An often irreverent look at this week's other news ...
Nokia’s Windows Tablet Leaks ... Except that It Doesn’t
A widely republished photo purporting to show Nokia’s long-expected entry into the Windows 8/Windows RT tablet market is, alas, a fake. Or, at least it's completely misunderstood. “That’s not a leak,” a Nokia statement reads. “That is a picture that simply shows the Windows Phone user interface alongside the Windows 8 tablet user interface alongside the Xbox user interface. They are not Nokia-specific products.” That said, Mobile World Congress is coming up. And if Nokia were to announce such a device, that would be the obvious time and place.
With Friends Like These …
Microsoft’s biggest PC maker partner, HP, is prepping a new line of Android-based tablets, according to a report by ReadWrite that cites anonymous sources. If true, this will be the worst betrayal since Boromir tried to steal the One Ring from Frodo at the end of The Fellowship of the Ring. HP, which also recently announced plans for a Google Chromebook-based laptop, is apparently working with NVIDIA’s upcoming Tegra 4 chipset and is also exploring a potential Android-based smartphone release. I fondly remember the days when HP would follow Microsoft blindly down every technological rabbit hole it cared to dig, but those days are clearly over. Maybe Microsoft should pump a few billion more into Dell and put HP out of its misery.
Yahoo! CEO Unimpressed with Microsoft Search Performance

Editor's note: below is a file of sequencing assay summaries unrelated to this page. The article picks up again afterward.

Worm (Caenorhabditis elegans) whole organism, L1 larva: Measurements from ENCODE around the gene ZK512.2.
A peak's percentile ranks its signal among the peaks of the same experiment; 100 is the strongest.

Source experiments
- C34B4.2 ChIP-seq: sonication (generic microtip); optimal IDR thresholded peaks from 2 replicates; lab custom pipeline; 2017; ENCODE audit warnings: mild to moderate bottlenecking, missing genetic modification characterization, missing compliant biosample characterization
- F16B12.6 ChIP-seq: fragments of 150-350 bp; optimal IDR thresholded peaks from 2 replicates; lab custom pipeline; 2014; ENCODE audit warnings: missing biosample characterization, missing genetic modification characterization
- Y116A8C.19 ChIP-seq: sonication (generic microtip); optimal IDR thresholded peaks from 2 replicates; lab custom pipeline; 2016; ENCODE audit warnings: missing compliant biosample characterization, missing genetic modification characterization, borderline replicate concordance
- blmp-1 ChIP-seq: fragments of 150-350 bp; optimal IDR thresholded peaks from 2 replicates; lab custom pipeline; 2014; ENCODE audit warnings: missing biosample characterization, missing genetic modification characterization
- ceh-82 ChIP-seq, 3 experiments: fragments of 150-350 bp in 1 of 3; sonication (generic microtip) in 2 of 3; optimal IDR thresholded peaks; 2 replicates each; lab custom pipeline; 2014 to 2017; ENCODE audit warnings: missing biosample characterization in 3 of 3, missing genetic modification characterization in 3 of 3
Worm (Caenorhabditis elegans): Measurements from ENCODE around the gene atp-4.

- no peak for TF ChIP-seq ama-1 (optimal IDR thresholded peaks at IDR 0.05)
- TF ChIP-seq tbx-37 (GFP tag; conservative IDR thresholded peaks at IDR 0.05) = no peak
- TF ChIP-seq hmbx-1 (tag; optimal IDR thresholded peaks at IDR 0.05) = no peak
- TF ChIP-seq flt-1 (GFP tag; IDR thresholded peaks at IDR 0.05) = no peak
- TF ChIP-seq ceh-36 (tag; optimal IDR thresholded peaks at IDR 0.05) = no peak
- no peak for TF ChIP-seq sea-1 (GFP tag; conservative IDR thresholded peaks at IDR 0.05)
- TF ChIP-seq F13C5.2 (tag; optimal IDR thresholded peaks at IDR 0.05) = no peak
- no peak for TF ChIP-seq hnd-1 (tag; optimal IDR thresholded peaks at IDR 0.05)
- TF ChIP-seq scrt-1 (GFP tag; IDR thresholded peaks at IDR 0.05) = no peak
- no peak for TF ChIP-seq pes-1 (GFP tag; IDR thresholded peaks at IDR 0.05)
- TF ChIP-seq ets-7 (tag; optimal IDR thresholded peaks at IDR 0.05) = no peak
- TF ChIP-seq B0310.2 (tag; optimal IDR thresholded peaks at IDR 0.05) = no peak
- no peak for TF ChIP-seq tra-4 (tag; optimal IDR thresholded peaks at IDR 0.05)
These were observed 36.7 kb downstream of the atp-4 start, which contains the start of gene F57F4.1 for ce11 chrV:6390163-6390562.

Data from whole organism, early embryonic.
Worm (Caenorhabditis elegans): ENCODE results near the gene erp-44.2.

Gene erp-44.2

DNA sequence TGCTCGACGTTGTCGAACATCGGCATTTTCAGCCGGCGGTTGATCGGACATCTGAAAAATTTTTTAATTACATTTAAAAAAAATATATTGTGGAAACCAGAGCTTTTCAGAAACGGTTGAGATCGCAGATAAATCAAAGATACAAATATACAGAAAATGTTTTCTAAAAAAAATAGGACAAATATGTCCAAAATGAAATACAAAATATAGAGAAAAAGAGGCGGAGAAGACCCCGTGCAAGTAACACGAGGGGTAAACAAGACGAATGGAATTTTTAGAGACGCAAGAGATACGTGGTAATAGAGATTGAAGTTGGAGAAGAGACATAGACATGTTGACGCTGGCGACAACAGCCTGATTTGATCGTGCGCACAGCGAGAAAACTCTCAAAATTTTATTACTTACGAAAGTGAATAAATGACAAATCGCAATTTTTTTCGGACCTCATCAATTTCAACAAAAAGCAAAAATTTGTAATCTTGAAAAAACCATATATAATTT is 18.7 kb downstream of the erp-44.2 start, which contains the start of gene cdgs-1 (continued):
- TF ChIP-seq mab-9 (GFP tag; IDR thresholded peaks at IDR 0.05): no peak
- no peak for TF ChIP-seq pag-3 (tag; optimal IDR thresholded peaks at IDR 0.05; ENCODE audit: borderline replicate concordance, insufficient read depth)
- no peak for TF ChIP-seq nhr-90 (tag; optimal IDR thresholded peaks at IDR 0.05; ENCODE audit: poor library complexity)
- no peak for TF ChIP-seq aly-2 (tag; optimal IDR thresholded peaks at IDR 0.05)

Yahoo! CEO Marissa Mayer said this week that her company’s search partnership with Microsoft hasn't delivered the expected market share or revenue gains, strongly hinting that Yahoo! wants to make changes. That, of course, would be devastating to Microsoft, which derives a huge chunk of its search traffic from Yahoo! (In December, Microsoft had 16.3 percent of the search market, with Yahoo! controlling 12.2 percent.) But the Microsoft/Yahoo! search deal is for 10 years, and we’re only in year three, so Mayer might need to figure out a way to work with Microsoft, rather than against it. Which should be interesting, because Mayer is a former Google executive.
Microsoft Will Lose $2.5 Billion by Not Releasing Office on iPad, Analyst Claims
But I wonder how much the company will lose in Windows sales if it does release Office on iPad? Morgan Stanley analyst Adam Holt this week claimed that Microsoft is walking away from $2.5 billion by ignoring the iPad. But this figure is based on shaky math. He says that because roughly 30 percent of Mac users also use Microsoft Office, it’s reasonable to assume that 30 percent of iPad users will, too. But iPad users are mainstream consumers, so it’s not clear how they're related to Mac users. More egregiously, he says that iPad users will pay $60 for Office on iPad, which is absolutely not how Microsoft plans to sell this product. (It will instead require a $100 annual subscription to Office 365 Home Premium, which offers Office on up to five devices in a household.) As he puts it, “Assuming a similar 30 percent attach rate in 2014 on roughly 200 million iPads at an average selling price of $60 comes to more than $2.5 billion in extra revenue per year, even after Apple takes its 30 percent cut off the top.” Whatever. I think the market for Office on iPad will be compelling enough for Microsoft to bite, whatever the math. But these things have ripple effects. And Microsoft might be harming other parts of its business by doing this.